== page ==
Short segment--but in a week, I'll be posting a Berat-centric short story.
No sooner had the armored woman stood than her entire body lit with flame that devoured her from the inside out.
Spirodopoulos’ hand flew towards his holster that for that first instant—until his eyes locked with the blazing black holes of Gul Speros’ Betazoid-dark irises. The Cardassian’s disruptor rifle pointed at the cloud of vapor where the defiant prisoner had been.
But Speros wasn’t done. Six times in succession Speros aimed and squeezed the trigger, and one after the other, the amber discharge claimed another base sentinel’s life to the tune of an agonized yowl that shrilled sostenuto until the victim’s lungs were no more.
Not surprisingly the man who had insulted Daro lay among the dead. Five of the original twelve prisoners he left standing, including Ragoç
Nedav, and these stared still only half-believing at the empty spaces where their squad mates used to be—an expression not untlike that on the ranking Starfleet officer’s face. “Do you disapprove, young man?” Speros challenged. “Maybe you think they rose to bring their friend to heel? Maybe so, but just as likely they rose against us, and if they hadn’t the sense to hold still, then we ought not risk our lives for theirs. In the face of treason one does not hesitate!”
Mike Spirodopoulos could feel the eyes of his comrades upon him—Folani, Ngaer, Librescu, all of them, waiting to see how he would answer the ruthless senior gul. Federation law condemned all cruel and unusual treatment, a definition that included capital punishment, even for prisoners-of-war. In fact, under Starfleet’s code, he could not even use lethal force against a prisoner who was directly threatening him until the stun setting had already failed.
The trouble was that as the Dominion War had dragged on, Spirodopoulos had heard more and more tales of people dying unnecessarily thanks to Starfleet’s overly strict rules of engagement. How many people had attempted to subdue a Vorta, Jem’Hadar, or Cardassian prisoner by the book, only to pay for it with their lives? And how many people died every time some supposedly ‘rehabilitated’ killer or traitor from the Federation decided to re-offend? A greater part of him than he cared to admit agreed with Speros, but to cast his unreserved support behind the Cardassian might drive his own men to break with him if they feared he was no longer willing to serve as buffer between him and them. Yet if he put on a show of disapproval for his men to see, Speros just might turn against them all.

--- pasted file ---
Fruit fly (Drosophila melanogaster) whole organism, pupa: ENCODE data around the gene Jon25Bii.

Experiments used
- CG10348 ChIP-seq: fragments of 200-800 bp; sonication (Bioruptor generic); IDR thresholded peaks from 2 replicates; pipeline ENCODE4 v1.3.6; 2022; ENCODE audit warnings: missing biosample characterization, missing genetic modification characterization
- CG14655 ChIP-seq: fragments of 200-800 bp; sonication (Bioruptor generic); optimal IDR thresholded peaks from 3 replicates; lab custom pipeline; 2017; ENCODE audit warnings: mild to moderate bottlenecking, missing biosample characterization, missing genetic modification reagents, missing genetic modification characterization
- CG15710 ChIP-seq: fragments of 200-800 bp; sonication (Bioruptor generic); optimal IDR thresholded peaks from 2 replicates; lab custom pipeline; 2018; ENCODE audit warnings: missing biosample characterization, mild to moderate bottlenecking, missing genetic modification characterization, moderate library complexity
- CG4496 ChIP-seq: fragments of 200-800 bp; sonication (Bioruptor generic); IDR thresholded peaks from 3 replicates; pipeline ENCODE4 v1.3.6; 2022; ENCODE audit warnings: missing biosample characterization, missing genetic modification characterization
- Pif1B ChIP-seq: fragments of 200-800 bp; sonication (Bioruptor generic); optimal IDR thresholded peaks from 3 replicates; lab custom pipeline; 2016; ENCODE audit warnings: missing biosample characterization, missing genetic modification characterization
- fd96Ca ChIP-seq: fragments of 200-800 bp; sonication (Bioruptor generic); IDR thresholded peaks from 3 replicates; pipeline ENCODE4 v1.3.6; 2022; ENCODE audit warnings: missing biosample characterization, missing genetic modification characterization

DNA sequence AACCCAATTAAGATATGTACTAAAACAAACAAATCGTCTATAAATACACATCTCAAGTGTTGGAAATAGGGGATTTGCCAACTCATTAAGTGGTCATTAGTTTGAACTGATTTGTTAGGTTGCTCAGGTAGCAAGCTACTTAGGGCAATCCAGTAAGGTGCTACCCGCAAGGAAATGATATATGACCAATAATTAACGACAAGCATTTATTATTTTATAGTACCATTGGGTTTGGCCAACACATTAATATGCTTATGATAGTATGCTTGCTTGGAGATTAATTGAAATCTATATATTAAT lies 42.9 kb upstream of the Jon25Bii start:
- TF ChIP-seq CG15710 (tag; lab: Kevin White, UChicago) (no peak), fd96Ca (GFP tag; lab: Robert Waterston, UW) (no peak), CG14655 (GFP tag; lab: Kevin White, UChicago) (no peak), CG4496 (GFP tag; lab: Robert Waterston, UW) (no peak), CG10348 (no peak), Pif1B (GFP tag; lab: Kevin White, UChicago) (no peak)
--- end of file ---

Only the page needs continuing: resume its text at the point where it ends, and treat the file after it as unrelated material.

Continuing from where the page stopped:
“I agree that’s what Cardassian law demands of traitors,” Spirodopoulos carefully replied. “And I don’t have a problem with that. But me…I’m sworn to uphold the Constitution of the Federation and that’s going to determine how I deal with my
Gul Speros glared at the Greek soldier, every ridge and scale telegraphing his disapproval—but finding nothing in the facts of the statement to which he could object. “Well-played,” he grudgingly replied. “Deal with your men according to your law. But make no mistake, Spirodopoulos: if you
betray your alliance—you will answer to Cardassian law.”
“Very well.” This time, Spirodopoulos neither saluted nor bowed.
The gul of the Ghiletz
turned to address the entire force. “Now we wait for Macet’s signal—and prepare for the main assault.”
I hope all’s well with the main force
, Macet thought. It had been a gamble to leave Spirodopoulos with Gul Speros—but as he and Tayben had privately agreed, Rebek’s technical expertise was too critical for the sabotage mission and Speros’ temper too volatile for the critical diplomacy he would need to accomplish with the pilots if Zopreg hadn't turned them all.
He had brought with him Ragoç
Ador as navigator, and Andorian Petty Officer zh’Thessel and Crewman Burakgazi, both of whom hailed from the borderworlds just on the Federation’s side, and had a decent working knowledge of written Cardăsda. This Macet required because once things got ugly, he couldn’t afford a second’s hesitation from any of the team—not for translation, not for instructions on how to read this sign or use that console, or any other reason.